“This generation of students doesn’t need to be told what a network is. They understand implicitly and intuitively that economies, societies, governments and organizations are made up of interconnecting networks. Once viewed as discrete and independent, it is clear now that these spheres - both manmade and natural - connect in a myriad of ways. We may not have even needed to define complexity: they seemed so familiar with the term for an interconnected, multifaceted environment.”
Sixty percent of CEOs viewed the new economic environment as significantly more complex than before. For students, 69 percent felt that the economic environment was significantly more complex. MBA students and students with five or more years work experience saw even greater complexity, 77 percent and 73 percent respectively, perhaps reflecting that the more young people are exposed to the real world of business, the more they realize how complex it actually is.
But, not surprisingly given that they have grown up with complexity all around them, students saw significantly less uncertainty and volatility in the economic environment than CEOs. They were confident that information and analysis would help them better deal with the increasingly complex environments in which we live.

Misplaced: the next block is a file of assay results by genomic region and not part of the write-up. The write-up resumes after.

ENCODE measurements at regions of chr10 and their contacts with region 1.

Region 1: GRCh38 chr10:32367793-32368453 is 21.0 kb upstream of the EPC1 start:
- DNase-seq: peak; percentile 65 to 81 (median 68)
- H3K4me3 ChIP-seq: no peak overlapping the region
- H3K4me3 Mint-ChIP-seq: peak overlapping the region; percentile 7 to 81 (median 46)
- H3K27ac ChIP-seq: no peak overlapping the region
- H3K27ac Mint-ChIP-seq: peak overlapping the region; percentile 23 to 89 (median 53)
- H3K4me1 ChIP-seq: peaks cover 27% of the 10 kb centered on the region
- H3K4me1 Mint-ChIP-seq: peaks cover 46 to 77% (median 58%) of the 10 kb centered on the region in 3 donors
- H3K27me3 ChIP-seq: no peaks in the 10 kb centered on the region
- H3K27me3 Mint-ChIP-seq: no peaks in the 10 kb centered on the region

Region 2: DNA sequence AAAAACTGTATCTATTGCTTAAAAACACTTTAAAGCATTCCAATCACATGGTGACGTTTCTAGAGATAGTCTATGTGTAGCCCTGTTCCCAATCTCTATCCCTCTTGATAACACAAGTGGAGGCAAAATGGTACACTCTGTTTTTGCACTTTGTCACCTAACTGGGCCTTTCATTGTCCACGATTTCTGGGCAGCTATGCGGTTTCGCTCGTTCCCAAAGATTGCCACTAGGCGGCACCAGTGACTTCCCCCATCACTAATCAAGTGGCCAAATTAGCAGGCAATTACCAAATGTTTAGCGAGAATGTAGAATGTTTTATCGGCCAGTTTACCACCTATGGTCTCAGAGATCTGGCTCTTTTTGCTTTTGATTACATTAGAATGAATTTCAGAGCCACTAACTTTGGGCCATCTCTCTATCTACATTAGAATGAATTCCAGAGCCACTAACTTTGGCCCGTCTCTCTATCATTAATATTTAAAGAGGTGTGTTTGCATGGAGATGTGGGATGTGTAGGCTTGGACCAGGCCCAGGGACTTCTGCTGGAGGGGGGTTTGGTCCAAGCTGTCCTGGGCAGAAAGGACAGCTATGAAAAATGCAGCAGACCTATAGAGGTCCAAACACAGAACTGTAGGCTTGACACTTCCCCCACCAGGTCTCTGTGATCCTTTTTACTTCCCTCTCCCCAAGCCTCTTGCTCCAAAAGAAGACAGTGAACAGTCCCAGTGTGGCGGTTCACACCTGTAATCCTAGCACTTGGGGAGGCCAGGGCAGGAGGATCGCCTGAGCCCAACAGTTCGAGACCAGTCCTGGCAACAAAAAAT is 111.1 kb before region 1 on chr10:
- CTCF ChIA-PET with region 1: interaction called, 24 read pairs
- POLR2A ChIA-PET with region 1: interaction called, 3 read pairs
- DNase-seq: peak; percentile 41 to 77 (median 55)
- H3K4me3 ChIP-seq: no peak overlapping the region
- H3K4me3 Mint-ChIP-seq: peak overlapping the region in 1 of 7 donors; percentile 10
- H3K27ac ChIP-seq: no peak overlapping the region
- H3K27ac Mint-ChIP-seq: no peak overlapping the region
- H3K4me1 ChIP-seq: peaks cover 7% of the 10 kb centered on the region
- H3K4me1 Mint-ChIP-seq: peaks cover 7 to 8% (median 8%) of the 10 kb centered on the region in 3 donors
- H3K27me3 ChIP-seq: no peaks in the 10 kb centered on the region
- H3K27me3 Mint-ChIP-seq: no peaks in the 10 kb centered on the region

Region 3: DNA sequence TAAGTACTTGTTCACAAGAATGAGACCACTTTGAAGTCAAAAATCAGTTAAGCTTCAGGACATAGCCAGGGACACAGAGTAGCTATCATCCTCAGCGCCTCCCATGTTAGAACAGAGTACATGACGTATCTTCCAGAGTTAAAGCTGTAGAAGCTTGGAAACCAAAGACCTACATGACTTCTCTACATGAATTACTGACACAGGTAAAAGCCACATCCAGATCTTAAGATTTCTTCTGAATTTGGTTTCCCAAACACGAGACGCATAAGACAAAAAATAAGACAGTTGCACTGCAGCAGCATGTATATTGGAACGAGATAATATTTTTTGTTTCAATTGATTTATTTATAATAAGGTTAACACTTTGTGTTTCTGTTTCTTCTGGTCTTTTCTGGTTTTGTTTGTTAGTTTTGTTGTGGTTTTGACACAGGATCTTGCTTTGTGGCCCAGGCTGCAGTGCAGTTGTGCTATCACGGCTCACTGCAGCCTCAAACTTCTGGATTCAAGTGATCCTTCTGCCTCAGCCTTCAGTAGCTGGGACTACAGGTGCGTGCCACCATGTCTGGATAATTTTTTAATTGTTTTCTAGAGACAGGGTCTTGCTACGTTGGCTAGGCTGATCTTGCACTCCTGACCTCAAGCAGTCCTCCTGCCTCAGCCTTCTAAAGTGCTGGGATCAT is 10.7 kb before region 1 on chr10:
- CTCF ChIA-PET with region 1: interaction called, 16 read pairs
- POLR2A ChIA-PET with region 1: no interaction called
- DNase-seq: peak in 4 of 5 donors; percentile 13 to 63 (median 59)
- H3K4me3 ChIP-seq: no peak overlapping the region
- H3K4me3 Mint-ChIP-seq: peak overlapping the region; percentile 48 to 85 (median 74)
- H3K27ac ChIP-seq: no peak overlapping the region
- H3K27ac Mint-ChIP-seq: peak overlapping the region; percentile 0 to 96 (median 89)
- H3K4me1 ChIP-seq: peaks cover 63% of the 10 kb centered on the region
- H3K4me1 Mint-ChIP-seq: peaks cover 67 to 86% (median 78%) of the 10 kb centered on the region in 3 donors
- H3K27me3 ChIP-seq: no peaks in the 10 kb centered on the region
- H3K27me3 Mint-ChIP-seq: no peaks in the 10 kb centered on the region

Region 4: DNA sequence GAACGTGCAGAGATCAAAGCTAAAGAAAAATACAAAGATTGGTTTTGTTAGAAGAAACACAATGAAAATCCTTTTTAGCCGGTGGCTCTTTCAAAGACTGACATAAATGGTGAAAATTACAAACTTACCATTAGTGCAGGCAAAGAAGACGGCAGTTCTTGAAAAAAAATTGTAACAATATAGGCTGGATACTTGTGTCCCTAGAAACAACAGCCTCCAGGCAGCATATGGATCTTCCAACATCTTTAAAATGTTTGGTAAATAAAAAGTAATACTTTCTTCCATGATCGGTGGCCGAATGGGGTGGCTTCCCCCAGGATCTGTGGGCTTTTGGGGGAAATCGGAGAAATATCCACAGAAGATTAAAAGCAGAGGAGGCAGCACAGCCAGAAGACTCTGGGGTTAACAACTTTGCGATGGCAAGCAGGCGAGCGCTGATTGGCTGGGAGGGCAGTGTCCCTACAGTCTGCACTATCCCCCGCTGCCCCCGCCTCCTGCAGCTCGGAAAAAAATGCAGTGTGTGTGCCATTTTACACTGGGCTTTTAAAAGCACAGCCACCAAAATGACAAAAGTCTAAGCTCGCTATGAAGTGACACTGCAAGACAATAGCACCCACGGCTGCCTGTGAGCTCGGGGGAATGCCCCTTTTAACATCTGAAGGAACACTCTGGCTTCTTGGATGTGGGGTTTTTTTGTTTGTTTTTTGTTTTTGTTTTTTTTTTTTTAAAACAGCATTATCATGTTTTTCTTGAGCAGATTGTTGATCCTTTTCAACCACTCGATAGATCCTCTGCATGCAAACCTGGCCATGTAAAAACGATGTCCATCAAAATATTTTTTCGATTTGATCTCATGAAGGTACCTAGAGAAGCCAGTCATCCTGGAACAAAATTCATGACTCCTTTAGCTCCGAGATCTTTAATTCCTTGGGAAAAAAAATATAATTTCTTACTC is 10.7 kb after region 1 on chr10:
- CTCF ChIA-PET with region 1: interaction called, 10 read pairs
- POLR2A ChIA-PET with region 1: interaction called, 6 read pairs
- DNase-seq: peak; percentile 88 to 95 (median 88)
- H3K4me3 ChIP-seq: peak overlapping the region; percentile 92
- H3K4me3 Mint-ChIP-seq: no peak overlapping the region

“When we looked just at those students who had the greatest expectation of accelerating complexity, we found they put much more emphasis on the analytic and predictive capabilities of information. They were 50 percent more likely to expect significant impact from increased information than peers who did not have that same expectation. And they were 22 percent more likely to believe organizations should focus on insight and intelligence in order to understand a more complex world and act on new opportunities. Students clearly expected that the abundance of information available today could be put to better use; that it could be analyzed for patterns and predictive insights so leaders can anticipate and do a better job of shaping future events. Many were optimistic that lessons learned from the recent economic downturn could be used to avoid crises in the future.”